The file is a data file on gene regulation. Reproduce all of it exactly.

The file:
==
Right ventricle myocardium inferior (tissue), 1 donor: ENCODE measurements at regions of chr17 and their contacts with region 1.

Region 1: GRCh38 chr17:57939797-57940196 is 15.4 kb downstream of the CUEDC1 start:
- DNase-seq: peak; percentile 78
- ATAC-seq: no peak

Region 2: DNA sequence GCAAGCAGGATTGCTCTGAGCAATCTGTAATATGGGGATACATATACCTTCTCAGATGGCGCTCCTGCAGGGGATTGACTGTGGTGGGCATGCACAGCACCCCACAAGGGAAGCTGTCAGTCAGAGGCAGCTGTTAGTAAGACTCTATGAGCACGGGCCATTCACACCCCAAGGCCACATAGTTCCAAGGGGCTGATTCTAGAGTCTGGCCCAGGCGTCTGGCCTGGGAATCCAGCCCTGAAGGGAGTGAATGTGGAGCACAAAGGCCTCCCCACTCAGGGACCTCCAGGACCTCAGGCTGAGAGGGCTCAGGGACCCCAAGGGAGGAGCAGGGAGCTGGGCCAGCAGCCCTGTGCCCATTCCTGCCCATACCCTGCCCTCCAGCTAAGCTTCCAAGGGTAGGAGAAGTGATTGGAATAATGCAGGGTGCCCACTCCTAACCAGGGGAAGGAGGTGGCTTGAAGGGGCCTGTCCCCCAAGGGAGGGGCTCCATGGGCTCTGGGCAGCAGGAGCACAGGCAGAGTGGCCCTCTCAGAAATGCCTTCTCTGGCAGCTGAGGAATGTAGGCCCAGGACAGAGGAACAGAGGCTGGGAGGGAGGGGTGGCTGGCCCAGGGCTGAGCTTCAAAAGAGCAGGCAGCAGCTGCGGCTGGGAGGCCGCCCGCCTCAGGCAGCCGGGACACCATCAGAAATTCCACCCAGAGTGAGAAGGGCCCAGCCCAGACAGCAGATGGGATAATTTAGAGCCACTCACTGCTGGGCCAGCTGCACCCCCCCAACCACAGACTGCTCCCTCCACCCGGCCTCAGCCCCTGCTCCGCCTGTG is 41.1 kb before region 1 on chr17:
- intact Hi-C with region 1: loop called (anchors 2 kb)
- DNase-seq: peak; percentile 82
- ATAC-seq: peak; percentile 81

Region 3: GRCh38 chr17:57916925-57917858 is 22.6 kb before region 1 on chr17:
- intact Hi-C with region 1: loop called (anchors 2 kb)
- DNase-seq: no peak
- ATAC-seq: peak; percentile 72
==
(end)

Right ventricle myocardium inferior (tissue), 1 donor: ENCODE measurements at regions of chr17 and their contacts with region 1.

Region 1: GRCh38 chr17:57939797-57940196 is 15.4 kb downstream of the CUEDC1 start:
- DNase-seq: peak; percentile 78
- ATAC-seq: no peak

Region 2: DNA sequence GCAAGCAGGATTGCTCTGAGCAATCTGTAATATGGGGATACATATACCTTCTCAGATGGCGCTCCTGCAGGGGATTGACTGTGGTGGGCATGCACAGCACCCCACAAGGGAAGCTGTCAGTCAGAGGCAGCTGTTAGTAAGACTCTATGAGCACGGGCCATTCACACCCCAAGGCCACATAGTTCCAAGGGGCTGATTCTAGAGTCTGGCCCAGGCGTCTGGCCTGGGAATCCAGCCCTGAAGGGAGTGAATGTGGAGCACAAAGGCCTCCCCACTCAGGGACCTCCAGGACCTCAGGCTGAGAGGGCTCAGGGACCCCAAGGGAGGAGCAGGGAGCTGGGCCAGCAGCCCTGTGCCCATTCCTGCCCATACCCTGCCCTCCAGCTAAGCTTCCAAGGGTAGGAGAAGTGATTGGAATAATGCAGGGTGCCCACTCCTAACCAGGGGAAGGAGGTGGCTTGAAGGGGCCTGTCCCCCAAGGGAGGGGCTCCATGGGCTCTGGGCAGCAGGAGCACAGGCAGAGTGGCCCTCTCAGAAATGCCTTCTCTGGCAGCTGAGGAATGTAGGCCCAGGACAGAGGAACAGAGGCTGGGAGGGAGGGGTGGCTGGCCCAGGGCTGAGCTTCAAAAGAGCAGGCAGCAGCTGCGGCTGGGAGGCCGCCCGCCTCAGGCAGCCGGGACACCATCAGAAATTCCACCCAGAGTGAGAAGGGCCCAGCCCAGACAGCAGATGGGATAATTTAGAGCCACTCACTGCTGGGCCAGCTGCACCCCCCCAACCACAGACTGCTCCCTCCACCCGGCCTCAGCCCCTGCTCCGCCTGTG is 41.1 kb before region 1 on chr17:
- intact Hi-C with region 1: loop called (anchors 2 kb)
- DNase-seq: peak; percentile 82
- ATAC-seq: peak; percentile 81

Region 3: GRCh38 chr17:57916925-57917858 is 22.6 kb before region 1 on chr17:
- intact Hi-C with region 1: loop called (anchors 2 kb)
- DNase-seq: no peak
- ATAC-seq: peak; percentile 72